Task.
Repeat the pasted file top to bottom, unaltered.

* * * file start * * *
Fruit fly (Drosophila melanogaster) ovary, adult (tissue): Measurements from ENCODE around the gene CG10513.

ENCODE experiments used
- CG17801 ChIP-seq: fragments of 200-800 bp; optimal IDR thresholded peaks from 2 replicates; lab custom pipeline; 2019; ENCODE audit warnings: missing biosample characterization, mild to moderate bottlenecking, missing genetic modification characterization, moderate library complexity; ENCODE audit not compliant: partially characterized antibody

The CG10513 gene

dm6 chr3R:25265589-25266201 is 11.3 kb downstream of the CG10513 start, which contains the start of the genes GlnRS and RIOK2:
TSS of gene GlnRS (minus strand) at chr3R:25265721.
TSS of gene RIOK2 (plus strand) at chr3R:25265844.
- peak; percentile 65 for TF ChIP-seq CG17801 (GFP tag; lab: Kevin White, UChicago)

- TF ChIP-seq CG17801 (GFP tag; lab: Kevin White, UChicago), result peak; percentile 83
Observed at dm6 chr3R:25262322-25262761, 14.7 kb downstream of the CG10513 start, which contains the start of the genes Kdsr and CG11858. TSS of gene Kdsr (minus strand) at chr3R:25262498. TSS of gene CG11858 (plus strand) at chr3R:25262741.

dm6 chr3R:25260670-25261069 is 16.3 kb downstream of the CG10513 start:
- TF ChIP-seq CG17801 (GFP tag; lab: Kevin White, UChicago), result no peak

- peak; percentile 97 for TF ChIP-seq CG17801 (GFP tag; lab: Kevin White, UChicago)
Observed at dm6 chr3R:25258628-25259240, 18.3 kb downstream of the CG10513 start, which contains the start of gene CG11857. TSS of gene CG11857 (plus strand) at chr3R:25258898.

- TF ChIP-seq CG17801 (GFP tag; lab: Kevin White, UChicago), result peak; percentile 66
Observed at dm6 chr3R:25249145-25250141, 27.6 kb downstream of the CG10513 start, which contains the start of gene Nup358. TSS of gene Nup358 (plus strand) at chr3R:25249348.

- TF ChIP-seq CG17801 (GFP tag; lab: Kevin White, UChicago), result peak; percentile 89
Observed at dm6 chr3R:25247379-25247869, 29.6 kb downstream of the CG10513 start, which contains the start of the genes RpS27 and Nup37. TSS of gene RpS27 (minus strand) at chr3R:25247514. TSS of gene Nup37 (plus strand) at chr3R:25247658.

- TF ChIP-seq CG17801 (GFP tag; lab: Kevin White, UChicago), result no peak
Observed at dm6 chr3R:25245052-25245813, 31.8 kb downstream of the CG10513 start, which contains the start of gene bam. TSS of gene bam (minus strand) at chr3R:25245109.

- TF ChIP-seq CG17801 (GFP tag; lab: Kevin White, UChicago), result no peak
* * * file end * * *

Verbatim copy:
Fruit fly (Drosophila melanogaster) ovary, adult (tissue): Measurements from ENCODE around the gene CG10513.

ENCODE experiments used
- CG17801 ChIP-seq: fragments of 200-800 bp; optimal IDR thresholded peaks from 2 replicates; lab custom pipeline; 2019; ENCODE audit warnings: missing biosample characterization, mild to moderate bottlenecking, missing genetic modification characterization, moderate library complexity; ENCODE audit not compliant: partially characterized antibody

The CG10513 gene

dm6 chr3R:25265589-25266201 is 11.3 kb downstream of the CG10513 start, which contains the start of the genes GlnRS and RIOK2:
TSS of gene GlnRS (minus strand) at chr3R:25265721.
TSS of gene RIOK2 (plus strand) at chr3R:25265844.
- peak; percentile 65 for TF ChIP-seq CG17801 (GFP tag; lab: Kevin White, UChicago)

- TF ChIP-seq CG17801 (GFP tag; lab: Kevin White, UChicago), result peak; percentile 83
Observed at dm6 chr3R:25262322-25262761, 14.7 kb downstream of the CG10513 start, which contains the start of the genes Kdsr and CG11858. TSS of gene Kdsr (minus strand) at chr3R:25262498. TSS of gene CG11858 (plus strand) at chr3R:25262741.

dm6 chr3R:25260670-25261069 is 16.3 kb downstream of the CG10513 start:
- TF ChIP-seq CG17801 (GFP tag; lab: Kevin White, UChicago), result no peak

- peak; percentile 97 for TF ChIP-seq CG17801 (GFP tag; lab: Kevin White, UChicago)
Observed at dm6 chr3R:25258628-25259240, 18.3 kb downstream of the CG10513 start, which contains the start of gene CG11857. TSS of gene CG11857 (plus strand) at chr3R:25258898.

- TF ChIP-seq CG17801 (GFP tag; lab: Kevin White, UChicago), result peak; percentile 66
Observed at dm6 chr3R:25249145-25250141, 27.6 kb downstream of the CG10513 start, which contains the start of gene Nup358. TSS of gene Nup358 (plus strand) at chr3R:25249348.

- TF ChIP-seq CG17801 (GFP tag; lab: Kevin White, UChicago), result peak; percentile 89
Observed at dm6 chr3R:25247379-25247869, 29.6 kb downstream of the CG10513 start, which contains the start of the genes RpS27 and Nup37. TSS of gene RpS27 (minus strand) at chr3R:25247514. TSS of gene Nup37 (plus strand) at chr3R:25247658.

- TF ChIP-seq CG17801 (GFP tag; lab: Kevin White, UChicago), result no peak
Observed at dm6 chr3R:25245052-25245813, 31.8 kb downstream of the CG10513 start, which contains the start of gene bam. TSS of gene bam (minus strand) at chr3R:25245109.

- TF ChIP-seq CG17801 (GFP tag; lab: Kevin White, UChicago), result no peak